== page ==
Some useful information here for new arrivals;

    I will be there next week , seeing how the land lies!

    All the best
    Mike H

    1. We're also heading to Paphos and I've also heard of the 2-3 month wait although I'm not sure if that is for MEU1 and MEU3 applications... We've also contacted Gwenny and are happy to pay (even though I'm a DIY king of guy) to ensure success on the first attempt. We should have enough time with a bit of buffer to be in and registered before Brexit day but if we failed and had to wait another 3 months we'd be scuppered.

      Agree with you about Medical Card Insurance. As our primary source of 'income' will be dividends and interest we'll be registering as an Other on our MEU1. I went to the Citizens Service Centre near the Paphos Aliens and Immigration Unit and came away thinking we'd need to go private.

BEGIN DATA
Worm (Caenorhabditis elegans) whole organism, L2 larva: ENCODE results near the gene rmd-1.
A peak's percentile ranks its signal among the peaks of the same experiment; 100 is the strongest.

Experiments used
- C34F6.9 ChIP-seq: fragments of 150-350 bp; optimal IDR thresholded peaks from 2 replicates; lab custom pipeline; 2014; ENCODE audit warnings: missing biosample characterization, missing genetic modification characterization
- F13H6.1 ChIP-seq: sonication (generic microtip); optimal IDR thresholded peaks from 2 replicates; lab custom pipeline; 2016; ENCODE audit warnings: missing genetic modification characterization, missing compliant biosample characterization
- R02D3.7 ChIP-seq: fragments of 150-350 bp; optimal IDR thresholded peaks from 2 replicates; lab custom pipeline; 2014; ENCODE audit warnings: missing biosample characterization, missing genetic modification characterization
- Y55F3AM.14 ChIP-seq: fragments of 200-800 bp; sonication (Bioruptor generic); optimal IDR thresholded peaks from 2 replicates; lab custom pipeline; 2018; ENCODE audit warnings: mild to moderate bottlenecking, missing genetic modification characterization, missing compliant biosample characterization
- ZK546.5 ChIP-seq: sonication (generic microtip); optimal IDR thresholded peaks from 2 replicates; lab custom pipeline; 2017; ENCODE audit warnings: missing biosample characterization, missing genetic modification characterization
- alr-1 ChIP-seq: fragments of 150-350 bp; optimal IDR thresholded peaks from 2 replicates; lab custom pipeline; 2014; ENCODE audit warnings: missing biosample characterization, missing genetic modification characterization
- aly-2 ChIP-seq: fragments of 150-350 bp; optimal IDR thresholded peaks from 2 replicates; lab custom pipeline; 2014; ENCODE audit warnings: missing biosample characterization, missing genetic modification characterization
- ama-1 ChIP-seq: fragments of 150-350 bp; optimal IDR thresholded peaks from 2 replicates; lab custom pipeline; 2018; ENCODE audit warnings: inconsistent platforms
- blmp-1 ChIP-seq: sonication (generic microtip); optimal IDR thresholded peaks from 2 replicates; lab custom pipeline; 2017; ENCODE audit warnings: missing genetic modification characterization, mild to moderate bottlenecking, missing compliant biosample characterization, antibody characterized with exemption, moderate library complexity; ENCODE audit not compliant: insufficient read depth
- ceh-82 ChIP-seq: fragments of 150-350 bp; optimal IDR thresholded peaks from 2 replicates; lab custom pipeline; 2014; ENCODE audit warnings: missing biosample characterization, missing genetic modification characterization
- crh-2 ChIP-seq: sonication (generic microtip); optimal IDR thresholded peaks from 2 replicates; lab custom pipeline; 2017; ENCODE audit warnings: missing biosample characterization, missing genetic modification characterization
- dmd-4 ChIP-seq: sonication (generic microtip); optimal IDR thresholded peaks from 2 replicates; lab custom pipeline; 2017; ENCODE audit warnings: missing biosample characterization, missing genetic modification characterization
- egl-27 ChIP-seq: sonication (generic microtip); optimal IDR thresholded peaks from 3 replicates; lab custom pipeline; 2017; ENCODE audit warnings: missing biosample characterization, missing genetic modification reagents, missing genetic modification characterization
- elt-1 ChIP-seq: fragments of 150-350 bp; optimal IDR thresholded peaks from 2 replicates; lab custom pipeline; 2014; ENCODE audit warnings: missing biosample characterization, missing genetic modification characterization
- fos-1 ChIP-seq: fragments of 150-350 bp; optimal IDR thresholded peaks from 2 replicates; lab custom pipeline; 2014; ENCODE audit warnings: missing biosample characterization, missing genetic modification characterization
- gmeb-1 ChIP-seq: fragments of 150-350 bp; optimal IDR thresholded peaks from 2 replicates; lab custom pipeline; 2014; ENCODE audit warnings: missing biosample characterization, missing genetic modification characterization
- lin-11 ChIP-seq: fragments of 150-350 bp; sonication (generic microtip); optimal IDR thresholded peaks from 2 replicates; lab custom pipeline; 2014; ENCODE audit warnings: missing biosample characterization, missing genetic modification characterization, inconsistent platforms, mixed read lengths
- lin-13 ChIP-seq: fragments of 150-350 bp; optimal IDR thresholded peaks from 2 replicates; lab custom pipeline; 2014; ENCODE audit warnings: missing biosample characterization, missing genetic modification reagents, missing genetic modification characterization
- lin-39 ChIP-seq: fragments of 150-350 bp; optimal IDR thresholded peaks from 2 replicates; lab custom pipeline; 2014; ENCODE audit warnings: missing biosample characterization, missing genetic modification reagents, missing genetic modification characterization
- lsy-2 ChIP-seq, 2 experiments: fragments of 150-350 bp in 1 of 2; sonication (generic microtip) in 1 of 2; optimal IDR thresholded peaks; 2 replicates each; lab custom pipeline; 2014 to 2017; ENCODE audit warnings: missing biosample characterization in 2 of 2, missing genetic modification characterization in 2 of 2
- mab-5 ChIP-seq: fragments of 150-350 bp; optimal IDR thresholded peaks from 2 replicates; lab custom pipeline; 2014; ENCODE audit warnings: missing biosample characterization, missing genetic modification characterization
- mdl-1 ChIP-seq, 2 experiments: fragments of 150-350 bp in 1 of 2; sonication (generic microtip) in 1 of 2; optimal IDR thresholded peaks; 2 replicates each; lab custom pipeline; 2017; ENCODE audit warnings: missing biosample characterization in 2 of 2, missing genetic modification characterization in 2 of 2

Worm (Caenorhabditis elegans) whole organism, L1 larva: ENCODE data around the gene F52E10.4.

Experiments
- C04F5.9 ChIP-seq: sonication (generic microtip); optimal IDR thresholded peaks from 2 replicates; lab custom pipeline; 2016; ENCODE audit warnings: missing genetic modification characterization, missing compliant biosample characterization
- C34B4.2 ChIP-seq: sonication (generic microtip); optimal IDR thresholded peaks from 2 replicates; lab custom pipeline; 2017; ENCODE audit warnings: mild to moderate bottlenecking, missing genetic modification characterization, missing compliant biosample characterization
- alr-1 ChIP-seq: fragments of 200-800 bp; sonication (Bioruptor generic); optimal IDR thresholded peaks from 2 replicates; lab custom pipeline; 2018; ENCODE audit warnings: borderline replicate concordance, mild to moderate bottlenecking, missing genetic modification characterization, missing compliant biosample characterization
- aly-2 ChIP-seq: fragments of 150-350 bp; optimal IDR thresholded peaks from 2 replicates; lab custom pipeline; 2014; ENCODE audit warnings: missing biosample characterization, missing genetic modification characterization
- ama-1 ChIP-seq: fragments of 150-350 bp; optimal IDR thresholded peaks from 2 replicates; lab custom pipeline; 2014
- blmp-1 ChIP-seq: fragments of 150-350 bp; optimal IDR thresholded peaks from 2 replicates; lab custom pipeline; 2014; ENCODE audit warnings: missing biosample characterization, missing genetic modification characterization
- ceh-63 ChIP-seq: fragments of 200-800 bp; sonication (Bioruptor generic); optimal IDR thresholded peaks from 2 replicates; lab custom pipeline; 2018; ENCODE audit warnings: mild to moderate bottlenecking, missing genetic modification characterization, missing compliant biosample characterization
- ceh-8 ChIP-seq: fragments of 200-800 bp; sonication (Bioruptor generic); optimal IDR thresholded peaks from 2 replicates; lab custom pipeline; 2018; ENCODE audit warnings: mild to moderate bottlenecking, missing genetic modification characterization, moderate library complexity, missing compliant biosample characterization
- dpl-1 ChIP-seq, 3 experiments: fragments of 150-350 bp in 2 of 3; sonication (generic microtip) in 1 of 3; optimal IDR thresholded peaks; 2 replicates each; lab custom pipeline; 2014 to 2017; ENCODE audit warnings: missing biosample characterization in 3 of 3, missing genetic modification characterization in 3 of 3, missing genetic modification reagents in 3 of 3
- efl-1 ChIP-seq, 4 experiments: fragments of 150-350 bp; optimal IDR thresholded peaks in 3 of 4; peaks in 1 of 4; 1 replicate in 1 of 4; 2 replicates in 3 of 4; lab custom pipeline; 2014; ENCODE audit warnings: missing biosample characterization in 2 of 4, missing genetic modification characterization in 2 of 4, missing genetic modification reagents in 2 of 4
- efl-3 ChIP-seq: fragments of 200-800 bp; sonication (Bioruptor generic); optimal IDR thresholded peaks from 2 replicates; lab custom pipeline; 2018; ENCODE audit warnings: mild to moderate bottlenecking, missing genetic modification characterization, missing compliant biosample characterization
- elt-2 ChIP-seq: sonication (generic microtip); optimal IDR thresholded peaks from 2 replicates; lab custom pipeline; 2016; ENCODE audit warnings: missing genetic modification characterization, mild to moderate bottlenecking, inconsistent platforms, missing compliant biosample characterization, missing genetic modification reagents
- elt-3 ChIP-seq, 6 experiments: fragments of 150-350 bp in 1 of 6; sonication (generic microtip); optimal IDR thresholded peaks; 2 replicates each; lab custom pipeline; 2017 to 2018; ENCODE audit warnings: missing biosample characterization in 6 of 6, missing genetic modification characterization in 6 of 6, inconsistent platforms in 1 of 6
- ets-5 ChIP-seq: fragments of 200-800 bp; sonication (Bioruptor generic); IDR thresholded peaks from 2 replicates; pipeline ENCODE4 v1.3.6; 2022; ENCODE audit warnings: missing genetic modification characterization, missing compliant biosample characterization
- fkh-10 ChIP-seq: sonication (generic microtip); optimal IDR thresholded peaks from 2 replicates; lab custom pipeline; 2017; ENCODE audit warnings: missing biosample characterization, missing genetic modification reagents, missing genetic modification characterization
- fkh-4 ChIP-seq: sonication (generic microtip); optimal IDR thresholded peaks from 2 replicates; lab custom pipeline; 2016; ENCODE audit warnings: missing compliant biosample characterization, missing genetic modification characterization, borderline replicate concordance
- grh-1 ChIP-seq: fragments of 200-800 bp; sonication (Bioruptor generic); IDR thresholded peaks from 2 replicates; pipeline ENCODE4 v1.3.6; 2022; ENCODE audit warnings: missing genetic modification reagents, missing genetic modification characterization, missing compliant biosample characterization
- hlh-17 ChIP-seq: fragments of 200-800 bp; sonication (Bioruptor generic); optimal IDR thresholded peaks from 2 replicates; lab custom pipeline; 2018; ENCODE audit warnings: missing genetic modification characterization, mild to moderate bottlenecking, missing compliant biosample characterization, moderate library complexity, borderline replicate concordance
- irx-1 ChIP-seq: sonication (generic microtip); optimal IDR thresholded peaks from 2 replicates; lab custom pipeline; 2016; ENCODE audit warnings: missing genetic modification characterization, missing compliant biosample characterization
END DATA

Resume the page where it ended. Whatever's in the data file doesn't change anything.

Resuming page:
Of course it starts to all change in the middle of next year with the new Cyprus NHS so we think we'll just go private for the first year and then learn as we go. Currently I don't think we'll be eligible for that either until we have our MEU3's. Will be interested if you learn something different on the ground as I definitely have seen different responses from different 'experts'.

      We know the most about Paphos and will likely rent long term here but before we do we want to give the island a good explore as there look to be some beautiful spots we haven't yet discovered first hand.

      If you're looking for a good forum I'm not sure if you've yet discovered It's a pretty active forum and the owner, Dominic, also publishes fairly regular blogs showing interesting things to explore on the island. He also hosts some webcams if you're interested.

      Good luck with your research next week. I hope you learn a lot and maybe even share a little here...